There is a close link between vascular (blood vessels) health and eye health. Long-term eye health is dependent on the consistent supply of blood, and the oxygen within it, to the eye via thousands of blood vessels.
Amaurosis fugax describes a loss of vision in one eye caused by a temporary shortage of oxygen delivered to the optic nerve. The interruption of oxygen and blood flow is caused by a clot or plaque that blocks an artery but is quickly dislodged, causing partial vision loss for several minutes. While the vision loss is usually temporary, this is an often-overlooked warning sign of an impending stroke.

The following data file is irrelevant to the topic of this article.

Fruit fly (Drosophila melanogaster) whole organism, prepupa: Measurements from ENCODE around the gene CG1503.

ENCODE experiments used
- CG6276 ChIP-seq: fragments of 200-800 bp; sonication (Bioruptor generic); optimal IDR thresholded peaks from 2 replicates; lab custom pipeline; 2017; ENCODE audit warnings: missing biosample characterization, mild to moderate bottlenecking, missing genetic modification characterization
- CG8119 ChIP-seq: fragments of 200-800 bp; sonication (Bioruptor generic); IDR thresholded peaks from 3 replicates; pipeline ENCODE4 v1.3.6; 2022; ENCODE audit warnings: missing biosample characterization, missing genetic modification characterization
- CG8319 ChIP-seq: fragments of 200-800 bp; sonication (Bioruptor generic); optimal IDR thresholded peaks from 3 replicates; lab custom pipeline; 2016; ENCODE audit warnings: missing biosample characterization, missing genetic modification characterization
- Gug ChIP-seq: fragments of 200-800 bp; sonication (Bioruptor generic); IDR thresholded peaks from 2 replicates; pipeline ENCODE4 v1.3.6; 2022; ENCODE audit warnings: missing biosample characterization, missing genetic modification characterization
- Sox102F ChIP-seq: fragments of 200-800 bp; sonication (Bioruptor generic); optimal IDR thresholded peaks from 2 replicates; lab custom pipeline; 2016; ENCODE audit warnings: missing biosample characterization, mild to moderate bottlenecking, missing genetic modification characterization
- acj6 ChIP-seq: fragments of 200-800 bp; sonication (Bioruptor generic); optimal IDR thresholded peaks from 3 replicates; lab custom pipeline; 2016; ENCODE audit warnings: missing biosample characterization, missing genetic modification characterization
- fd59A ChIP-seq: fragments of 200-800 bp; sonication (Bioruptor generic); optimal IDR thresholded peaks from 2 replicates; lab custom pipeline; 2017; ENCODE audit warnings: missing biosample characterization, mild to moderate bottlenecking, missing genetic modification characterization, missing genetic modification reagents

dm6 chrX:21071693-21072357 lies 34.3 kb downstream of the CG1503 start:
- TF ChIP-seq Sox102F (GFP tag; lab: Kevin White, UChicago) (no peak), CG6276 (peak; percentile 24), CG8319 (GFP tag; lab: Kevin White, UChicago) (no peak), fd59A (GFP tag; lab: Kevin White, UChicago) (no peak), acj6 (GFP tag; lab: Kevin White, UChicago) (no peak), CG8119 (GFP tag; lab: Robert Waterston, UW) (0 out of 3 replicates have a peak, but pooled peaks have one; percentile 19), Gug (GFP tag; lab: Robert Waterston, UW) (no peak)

A related but more serious event occurs when the plaque obstructs a blood vessel in the eye for more than 90 minutes, producing a sudden and permanent loss of vision, typically in just one eye. These problems are described as a central or branch retinal artery occlusion.
While classified as both a vascular and immunologic disease, giant cell (or temporal) arteritis also can restrict blood flow to the eye and specifically to the posterior ciliary arteries, causing vision loss. This condition typically affects patients over sixty years old, and can be effectively managed with medication if identified in a timely manner. High blood pressure impairs blood circulation throughout the entire body, and can cause hemorrhages in the tiny blood vessels supplying the eye. The hemorrhages can eventually damage the retina and obstruct vision.